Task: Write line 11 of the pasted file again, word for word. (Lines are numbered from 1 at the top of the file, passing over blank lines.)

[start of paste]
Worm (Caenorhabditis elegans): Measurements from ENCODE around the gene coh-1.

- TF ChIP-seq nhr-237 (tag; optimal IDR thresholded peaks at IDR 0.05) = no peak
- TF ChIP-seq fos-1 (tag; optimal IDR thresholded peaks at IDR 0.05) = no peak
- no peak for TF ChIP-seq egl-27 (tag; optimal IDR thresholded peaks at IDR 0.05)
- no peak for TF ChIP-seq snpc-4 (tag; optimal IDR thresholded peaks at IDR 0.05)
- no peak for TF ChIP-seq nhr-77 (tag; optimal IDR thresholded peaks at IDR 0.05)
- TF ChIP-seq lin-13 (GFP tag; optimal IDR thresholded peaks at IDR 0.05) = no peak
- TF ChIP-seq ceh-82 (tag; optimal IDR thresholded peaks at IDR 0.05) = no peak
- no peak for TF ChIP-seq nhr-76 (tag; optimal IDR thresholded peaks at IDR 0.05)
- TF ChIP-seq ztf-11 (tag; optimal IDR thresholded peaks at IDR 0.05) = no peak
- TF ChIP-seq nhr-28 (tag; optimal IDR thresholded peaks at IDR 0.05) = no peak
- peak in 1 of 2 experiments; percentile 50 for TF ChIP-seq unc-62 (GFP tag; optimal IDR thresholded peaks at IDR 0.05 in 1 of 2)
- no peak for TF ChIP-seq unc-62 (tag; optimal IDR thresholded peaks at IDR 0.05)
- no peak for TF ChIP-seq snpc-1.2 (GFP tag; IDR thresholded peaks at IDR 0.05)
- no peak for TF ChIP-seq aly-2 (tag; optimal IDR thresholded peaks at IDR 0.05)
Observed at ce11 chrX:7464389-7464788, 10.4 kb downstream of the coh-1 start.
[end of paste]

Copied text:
- TF ChIP-seq nhr-28 (tag; optimal IDR thresholded peaks at IDR 0.05) = no peak